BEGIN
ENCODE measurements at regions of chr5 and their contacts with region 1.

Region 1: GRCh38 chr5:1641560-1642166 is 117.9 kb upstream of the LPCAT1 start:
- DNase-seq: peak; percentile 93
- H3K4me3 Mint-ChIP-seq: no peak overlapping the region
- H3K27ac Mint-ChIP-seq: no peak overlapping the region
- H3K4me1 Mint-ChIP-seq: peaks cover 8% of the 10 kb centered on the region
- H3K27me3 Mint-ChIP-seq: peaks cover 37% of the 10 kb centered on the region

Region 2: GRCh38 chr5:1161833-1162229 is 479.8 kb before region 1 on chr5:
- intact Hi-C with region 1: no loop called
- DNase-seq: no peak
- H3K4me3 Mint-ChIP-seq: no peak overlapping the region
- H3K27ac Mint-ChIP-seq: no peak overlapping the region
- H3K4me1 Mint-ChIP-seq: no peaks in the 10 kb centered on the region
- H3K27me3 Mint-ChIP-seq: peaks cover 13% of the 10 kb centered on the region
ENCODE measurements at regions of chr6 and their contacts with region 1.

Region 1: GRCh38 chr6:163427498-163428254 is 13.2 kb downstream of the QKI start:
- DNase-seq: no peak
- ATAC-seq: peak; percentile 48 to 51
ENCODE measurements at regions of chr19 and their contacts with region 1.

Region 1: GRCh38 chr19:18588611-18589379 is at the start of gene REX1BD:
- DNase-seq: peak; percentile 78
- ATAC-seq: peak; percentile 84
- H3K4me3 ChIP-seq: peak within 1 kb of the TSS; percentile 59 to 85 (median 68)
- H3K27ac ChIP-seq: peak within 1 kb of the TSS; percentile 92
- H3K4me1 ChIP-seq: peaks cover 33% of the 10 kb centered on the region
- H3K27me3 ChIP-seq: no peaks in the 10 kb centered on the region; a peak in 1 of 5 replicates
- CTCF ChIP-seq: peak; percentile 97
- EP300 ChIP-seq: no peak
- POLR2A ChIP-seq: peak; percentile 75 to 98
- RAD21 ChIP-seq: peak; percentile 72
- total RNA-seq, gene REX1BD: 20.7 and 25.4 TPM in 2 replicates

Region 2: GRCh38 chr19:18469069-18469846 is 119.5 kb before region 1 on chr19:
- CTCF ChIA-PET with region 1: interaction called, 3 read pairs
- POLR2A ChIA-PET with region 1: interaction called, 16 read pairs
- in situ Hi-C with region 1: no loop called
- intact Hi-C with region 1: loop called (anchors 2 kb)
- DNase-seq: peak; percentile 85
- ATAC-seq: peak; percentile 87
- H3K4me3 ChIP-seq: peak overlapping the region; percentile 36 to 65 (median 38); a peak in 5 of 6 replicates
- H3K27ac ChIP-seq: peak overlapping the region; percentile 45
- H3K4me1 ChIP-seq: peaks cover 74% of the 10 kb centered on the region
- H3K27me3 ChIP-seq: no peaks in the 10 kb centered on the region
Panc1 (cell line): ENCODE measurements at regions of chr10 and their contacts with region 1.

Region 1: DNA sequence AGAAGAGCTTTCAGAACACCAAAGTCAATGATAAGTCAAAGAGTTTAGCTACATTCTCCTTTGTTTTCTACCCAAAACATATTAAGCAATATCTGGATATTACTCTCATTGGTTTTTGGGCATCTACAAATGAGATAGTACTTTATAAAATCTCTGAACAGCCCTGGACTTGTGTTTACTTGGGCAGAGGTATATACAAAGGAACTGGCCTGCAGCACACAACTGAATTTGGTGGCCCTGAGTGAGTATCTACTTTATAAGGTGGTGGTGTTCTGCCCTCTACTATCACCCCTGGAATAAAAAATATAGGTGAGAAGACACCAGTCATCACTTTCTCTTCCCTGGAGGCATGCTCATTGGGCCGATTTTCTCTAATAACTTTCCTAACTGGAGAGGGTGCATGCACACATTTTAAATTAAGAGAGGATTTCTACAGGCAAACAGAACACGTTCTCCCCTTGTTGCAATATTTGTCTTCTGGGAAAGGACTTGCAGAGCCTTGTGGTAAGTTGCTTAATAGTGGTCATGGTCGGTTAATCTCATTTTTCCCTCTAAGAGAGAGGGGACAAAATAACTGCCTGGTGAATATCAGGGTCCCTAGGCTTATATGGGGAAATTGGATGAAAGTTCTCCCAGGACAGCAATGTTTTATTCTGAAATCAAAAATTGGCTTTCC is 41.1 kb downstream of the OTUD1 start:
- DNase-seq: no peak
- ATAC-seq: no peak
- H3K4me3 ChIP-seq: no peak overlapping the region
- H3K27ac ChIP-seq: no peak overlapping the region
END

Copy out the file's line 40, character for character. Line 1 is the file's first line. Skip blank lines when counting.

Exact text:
- H3K27ac ChIP-seq: peak overlapping the region; percentile 45